Review: Numark DJiO

grfxguy October 9th, 2008

DJiO
As annoyed as I am about the explosion of “people who think they are DJ’s”, one of the nice things that has emerged from this is the availability of new technology. Like cruise missile advancement during the Cold War, DJ technology, especially digital, has grown by leaps and bounds in a very short time period.

Having shunned the digital DJ world in favour of my beloved CD collection, I have been happy to sit on the sidelines with my dual disc player, popping out school dances and weddings. The digital stuff showed promise, but the entry price was prohibitive: at the minimum, a shiny new laptop was required, plus some heavy software investment.

Well, returning to school this year placed the burden of picking up a laptop on me, so I took the plunge into the digital DJ realm as well. All sorts of great products exist, but what about for that mobile DJ? Sure you can go into the super-advanced world of virtual vinyl or CD’s, which map your existing platters to a computer format, but I don’t have a thousand bucks to drop.

Enter the DJiO from Numark.

This unassuming little box can be had for about $120 CDN new (or $90US used on the Numark website). A straight USB connection, it requires a small driver package to be installed and it’s ready to go with your favourite ASIO based DJ software (which is pretty much all of them). It features two outputs (both RCA), a mic input (outputs through one of the channels) and a headphone jack. Headphone and mic are 1/4″ standard jacks. The unit can be powered through USB or independently through a wall plug (purchased seperately).
Back
It’s quite flexible as well. It will operate as a USB sound card through your computer outside of your DJ software (Windows or Mac, Vista too!) if you want to interface with an external amp at home, for example. The outputs can be assigned: one deck per channel, for external mixers; one master, one booth, for software mixers; or one master, one recording. Headphones work well with in-program cueing, but unfortunately don’t seem to work outside an ASIO driven program. The mic input has a gain built in to the box.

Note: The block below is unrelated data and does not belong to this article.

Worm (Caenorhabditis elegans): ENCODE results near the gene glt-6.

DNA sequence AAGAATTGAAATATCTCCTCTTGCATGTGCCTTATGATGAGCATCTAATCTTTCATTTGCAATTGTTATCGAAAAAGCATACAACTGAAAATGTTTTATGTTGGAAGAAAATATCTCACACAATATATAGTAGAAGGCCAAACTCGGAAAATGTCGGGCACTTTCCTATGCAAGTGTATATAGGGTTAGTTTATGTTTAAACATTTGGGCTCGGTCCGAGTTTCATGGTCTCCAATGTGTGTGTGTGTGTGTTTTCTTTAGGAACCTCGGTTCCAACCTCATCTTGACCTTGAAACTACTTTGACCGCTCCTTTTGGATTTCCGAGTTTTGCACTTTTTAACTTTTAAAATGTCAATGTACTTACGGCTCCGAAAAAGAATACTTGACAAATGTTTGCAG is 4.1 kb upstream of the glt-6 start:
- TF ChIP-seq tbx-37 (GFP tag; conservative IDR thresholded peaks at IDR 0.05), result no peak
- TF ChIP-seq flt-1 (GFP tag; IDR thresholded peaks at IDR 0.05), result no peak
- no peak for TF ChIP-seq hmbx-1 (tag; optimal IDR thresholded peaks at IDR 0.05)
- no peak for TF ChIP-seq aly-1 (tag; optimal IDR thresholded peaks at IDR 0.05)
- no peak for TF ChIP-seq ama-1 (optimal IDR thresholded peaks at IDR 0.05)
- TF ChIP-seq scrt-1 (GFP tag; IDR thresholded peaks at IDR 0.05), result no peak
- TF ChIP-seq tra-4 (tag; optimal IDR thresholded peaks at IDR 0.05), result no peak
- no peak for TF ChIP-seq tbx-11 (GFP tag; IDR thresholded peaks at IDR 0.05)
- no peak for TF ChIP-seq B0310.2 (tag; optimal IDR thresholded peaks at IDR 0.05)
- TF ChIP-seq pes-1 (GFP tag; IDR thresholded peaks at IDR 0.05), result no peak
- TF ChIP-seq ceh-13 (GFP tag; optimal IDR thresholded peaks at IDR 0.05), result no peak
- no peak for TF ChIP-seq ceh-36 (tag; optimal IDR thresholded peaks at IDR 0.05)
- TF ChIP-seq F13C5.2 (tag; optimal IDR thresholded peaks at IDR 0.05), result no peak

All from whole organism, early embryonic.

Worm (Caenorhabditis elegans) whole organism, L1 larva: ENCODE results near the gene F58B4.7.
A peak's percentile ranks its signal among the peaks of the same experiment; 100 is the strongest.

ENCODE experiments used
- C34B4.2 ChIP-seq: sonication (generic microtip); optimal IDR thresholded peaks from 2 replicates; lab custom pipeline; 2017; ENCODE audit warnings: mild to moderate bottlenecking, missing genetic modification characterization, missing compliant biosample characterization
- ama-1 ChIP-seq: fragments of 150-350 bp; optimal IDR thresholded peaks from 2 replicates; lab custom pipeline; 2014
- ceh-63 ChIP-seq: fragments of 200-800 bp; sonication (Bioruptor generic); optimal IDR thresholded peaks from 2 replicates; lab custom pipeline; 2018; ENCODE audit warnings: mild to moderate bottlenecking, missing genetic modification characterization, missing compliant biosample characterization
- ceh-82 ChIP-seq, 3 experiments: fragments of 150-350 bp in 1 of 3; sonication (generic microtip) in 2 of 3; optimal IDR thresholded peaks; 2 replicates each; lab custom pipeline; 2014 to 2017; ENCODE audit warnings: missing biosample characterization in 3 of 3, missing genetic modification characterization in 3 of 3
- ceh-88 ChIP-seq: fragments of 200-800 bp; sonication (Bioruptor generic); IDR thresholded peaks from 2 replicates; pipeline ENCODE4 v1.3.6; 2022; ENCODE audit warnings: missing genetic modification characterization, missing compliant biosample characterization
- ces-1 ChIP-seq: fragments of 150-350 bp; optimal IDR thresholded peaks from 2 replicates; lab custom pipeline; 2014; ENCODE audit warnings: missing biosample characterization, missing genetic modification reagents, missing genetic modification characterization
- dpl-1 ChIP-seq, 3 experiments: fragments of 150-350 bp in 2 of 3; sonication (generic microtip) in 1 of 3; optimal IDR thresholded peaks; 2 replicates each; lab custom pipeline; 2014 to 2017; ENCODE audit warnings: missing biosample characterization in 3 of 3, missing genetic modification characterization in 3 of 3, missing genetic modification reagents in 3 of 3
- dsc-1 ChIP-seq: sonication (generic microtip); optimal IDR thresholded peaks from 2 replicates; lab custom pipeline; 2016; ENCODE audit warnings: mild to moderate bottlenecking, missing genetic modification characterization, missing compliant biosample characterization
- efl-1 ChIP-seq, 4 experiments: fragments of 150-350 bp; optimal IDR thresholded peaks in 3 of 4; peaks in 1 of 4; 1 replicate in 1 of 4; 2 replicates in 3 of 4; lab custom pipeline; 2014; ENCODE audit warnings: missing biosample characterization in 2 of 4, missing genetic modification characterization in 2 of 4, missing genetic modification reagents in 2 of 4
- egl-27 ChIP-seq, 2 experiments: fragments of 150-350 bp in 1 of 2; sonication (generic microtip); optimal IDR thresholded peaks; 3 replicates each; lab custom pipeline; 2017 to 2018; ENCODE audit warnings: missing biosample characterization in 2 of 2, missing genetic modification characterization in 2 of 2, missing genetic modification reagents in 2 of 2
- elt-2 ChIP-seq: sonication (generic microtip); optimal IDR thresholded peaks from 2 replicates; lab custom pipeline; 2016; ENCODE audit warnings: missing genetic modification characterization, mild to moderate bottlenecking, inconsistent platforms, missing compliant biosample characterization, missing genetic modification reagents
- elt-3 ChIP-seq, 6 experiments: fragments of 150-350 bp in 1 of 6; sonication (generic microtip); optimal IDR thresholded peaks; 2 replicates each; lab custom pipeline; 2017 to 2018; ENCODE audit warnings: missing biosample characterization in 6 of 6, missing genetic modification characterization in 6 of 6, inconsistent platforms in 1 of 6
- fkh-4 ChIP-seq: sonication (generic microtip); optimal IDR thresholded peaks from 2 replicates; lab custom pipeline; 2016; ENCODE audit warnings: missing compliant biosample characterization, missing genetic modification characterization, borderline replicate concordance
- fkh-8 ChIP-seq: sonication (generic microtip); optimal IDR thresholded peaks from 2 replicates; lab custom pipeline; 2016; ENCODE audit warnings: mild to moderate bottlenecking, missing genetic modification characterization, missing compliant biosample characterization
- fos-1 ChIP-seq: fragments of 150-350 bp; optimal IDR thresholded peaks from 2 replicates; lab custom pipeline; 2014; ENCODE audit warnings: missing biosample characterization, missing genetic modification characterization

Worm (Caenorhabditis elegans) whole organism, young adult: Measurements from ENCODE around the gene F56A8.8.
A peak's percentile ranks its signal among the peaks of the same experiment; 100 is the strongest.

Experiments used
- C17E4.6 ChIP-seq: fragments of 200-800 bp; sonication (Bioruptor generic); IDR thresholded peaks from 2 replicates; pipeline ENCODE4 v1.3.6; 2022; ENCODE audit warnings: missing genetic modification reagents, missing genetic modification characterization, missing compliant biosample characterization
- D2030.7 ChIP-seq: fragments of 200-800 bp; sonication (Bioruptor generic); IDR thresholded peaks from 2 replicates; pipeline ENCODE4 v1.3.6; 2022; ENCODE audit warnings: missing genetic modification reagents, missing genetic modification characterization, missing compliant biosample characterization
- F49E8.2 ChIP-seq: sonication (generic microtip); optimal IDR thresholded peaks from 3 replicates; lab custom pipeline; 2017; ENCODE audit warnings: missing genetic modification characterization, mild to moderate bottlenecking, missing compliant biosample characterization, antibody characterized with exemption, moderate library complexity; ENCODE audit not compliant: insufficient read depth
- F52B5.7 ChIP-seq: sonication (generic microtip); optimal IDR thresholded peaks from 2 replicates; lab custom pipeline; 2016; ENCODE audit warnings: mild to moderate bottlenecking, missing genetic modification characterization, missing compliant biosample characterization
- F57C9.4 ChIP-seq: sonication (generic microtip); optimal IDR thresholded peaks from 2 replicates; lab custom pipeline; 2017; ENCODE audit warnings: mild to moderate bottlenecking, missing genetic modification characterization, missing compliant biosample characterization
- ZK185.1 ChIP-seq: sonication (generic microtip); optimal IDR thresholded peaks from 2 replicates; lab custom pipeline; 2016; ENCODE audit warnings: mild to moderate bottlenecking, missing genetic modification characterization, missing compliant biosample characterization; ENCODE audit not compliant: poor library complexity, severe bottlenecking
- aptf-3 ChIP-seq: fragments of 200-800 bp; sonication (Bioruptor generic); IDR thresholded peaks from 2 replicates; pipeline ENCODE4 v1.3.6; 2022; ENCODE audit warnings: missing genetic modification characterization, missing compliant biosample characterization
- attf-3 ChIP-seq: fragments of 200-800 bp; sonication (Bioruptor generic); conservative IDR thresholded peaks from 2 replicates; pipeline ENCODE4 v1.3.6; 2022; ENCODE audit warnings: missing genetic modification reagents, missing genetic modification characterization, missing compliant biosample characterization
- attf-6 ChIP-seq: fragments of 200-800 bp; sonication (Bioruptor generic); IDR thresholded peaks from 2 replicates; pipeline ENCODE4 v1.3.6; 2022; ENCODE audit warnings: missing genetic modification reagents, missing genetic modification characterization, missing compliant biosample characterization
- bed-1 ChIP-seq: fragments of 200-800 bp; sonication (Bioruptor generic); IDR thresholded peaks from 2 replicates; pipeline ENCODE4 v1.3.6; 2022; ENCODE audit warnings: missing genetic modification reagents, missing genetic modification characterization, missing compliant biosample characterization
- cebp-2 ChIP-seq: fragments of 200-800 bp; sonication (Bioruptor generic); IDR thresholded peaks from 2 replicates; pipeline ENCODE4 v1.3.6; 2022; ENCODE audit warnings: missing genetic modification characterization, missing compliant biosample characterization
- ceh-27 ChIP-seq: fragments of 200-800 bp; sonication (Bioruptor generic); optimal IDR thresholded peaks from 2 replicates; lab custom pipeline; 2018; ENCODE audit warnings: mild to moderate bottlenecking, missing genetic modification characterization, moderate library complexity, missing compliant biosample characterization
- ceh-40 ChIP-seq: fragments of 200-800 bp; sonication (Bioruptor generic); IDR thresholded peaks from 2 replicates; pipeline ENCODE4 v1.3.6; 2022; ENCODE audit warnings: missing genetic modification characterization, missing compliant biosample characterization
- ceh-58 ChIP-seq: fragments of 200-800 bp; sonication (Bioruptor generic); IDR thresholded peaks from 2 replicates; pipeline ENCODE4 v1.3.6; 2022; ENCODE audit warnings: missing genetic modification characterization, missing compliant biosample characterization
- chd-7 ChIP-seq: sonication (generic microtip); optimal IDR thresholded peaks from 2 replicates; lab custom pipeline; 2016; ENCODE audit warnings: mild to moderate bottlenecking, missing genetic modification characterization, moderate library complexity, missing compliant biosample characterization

Cool circuit pattern, too!
The drivers give you the option of selecting your sample rate, if you care about freeing up some system resources.

The verdict? Well, for the price, you can’t beat it, especially if you already own a mixer. Those new USB mixers are flashy, but for the price of one of those, you can grab this box and an even BETTER analogue mixer, with the same results. The box is portable: you can take it out of your rig, and use it around the house. The mixers aren’t. Even compared to other units (and there are several), it is by far the best package for the money, especially since most of the other brands don’t offer dual outputs, much less assignable ones.

Now, can anyone help me transfer 700 CDs to digital?


  • Hmmm that is interesting tech, I didn’t know such a thing existed. How long until the USB mixers are cheap enough to make analogue ones (relatively) obsolete?

  • It won’t be long. There’s some new technology out called Time Coding, where you can use analogue decks with timecode vinyl, or CD decks with timecode CDs, which interface with your computer via a USB mixer. It basically lets you scratch or mix MP3’s with your analogue turntable.

    I’d give it two or three years (so another generation of product) before it’s the norm.

  • That’s pretty much the norm actually for the past few years.. Everywhere you go you see laptops (most apple funny enough), using systems like Serato..

    http://www.serato.com/scratchlive

    I’ve been on the verge of getting that for a long time..

  • CJ Wallace

    I have been a DJ for over 20 years and understand the reluctance to switch to digital. I will be the first to admit that going digital was the best thing that I have ever done. I have been using the Numark DJ IO for over a year now and it performs flawlessly. I have recommended it to quite a few DJ friends and they all agree with me. It takes the abuse of moving to as many as 5 events in 1 weekend and has never failed. Numark has also created some great (and inexpensive) hardware for Digital DJs that don’t need timecodes. Check out the DMC2 if you are using a 19″ rackmount set-up and the iCDX CD/MP3 players if you want versatility and the ability to continue using CDs. The iCDX is my favorites becasue they can control software (I am using Numark CUE) and play CDs or MP3 discs. Trust me when I say that the ability to play discs is very important if you are using Windows, it will crash sooner or later and having back-up is key.